Urban Future Prize Competition to Showcase World’s Top Smart City and Smart Grid Technology Startups
Winners will get $50,000 each and spots in New York City’s longest-running cleantech incubator program
BROOKLYN, New York, Friday, November 16, 2018 – The Urban Future Lab, New York City’s hub for smart cities, smart grid technology, and clean energy at the NYU Tandon School of Engineering, has launched its 2018 Urban Future Prize Competition.
The competition seeks out the world’s most revolutionary smart city and smart grid technologies by bringing the brightest entrepreneurs together with mission-driven investors, policy leaders, and corporate sponsors for a prestigious pitch competition in New York City. Two winners get $50,000 and the opportunity to grow their businesses into successful ventures in New York City’s longest-running cleantech business incubation program, ACRE, housed in the Urban Future Lab in Downtown Brooklyn.
The New York State Energy Research and Development Authority (NYSERDA), New York Community Trust, and Con Edison are providing support for the competition.
“The Urban Future Prize Competition is an excellent vehicle for startups in the clean energy, smart city, and smart grid space to scale up and get funding,” said Pat Sapinsley, managing director of cleantech initiatives at NYU Tandon. “The winners will not only each be given a $50,000 grant funded by the New York Community Trust, but acceptance into our incubator, which entitles them to apply for as many as three $100,000 NYSERDA Ignition Grants. The help that our incubator has given to companies in the past has resulted in over $350 million in funding and in a 90 percent survival rate for our startups — a phenomenal success rate compared to the national average.”
"Helping cities become environmentally sustainable and more resilient are heavy lifts, but the dynamic entrepreneurs that compete for these prizes are clearly up to the challenge,” said Arturo Garcia-Costas, environmental program officer at the New York Community Trust. “Their innovations could help shape the future of the Big Apple.”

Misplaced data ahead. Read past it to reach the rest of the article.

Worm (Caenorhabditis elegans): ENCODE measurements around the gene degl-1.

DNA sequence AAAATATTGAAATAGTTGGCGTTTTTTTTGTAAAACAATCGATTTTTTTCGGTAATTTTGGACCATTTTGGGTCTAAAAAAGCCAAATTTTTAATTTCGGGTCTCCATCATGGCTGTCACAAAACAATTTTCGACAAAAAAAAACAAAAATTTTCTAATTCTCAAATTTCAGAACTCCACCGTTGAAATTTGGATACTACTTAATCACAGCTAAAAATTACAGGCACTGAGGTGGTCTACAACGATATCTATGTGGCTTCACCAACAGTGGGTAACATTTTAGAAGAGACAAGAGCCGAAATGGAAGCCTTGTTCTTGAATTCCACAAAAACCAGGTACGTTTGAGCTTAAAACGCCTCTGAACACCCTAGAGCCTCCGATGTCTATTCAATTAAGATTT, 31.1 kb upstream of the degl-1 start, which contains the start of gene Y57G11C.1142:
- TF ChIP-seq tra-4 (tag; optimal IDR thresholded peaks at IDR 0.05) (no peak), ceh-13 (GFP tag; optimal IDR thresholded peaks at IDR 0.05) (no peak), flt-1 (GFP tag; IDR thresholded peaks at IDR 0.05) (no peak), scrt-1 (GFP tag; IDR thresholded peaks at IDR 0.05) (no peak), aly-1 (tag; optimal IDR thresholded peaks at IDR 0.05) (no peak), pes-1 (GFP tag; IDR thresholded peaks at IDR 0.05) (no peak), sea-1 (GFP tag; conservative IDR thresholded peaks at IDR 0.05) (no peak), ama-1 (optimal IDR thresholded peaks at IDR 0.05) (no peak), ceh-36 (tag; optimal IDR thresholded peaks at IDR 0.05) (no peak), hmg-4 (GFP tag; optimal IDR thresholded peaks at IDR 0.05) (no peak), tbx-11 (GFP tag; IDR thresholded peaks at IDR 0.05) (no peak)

The non-dilutive, non-equity, cash prizes will be awarded to the top companies in each of the competition’s two categories: the New York Community Trust Smart City track and the New York Community Trust Smart Grid track. Applications to the Smart City track should pertain to urban infrastructure and resiliency, Internet of Things, sensor networks, analytics, and related themes. Applications to the Smart Grid track should pertain to renewable energy, energy efficiency, grid modernization, distributed generation, microgrids, and can include other solutions – even financing.
In joining the ACRE incubator at the Urban Future Lab, winners gain unprecedented access to the competition’s strategic partners and corporate sponsors, as well as the opportunity to establish pilot demonstration projects with those organizations on the forefront of New York State’s nation-leading energy strategy, Reforming the Energy Vision (REV), Governor Andrew M. Cuomo’s strategy to build a clean, resilient, and affordable energy system for all New Yorkers.
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About the NYU Urban Future Lab and ACRE
The Urban Future Lab (UFL) at the NYU Tandon School of Engineering is New York City’s premier innovation hub for smart cities, the smart grid, and clean energy. The UFL is home to programs focused on policy, education, and market solutions for the green economy. ACRE, the UFL’s flagship program, is a business incubator that supports the growth of high-impact early-stage venture companies addressing climate change. ACRE incubator companies receive 24/7 access to desk space and conference rooms at an office in Downtown Brooklyn, in addition to professional business advisory and support services (legal, accounting, design) and introductions to ACRE’s network of market partners, investors, mentors, and startup resources. The UFL and all its programs are supported by NYSERDA, Wells Fargo,Daikin, BP and Orrick. More at ufl.nyc.
About the NYU Tandon School of Engineering
The NYU Tandon School of Engineering dates to 1854, when the NYU School of Civil Engineering and Architecture as well as the Brooklyn Collegiate and Polytechnic Institute (widely known as Brooklyn Poly) were founded. Their successor institutions merged in January 2014 to create a comprehensive school of education and research in engineering and applied sciences, rooted in a tradition of invention, innovation and entrepreneurship. In addition to programs at its main campus in downtown Brooklyn, it is closely connected to engineering programs in NYU Abu Dhabi and NYU Shanghai, and it operates business incubators in downtown Manhattan and Brooklyn. For more information, visit engineering.nyu.edu.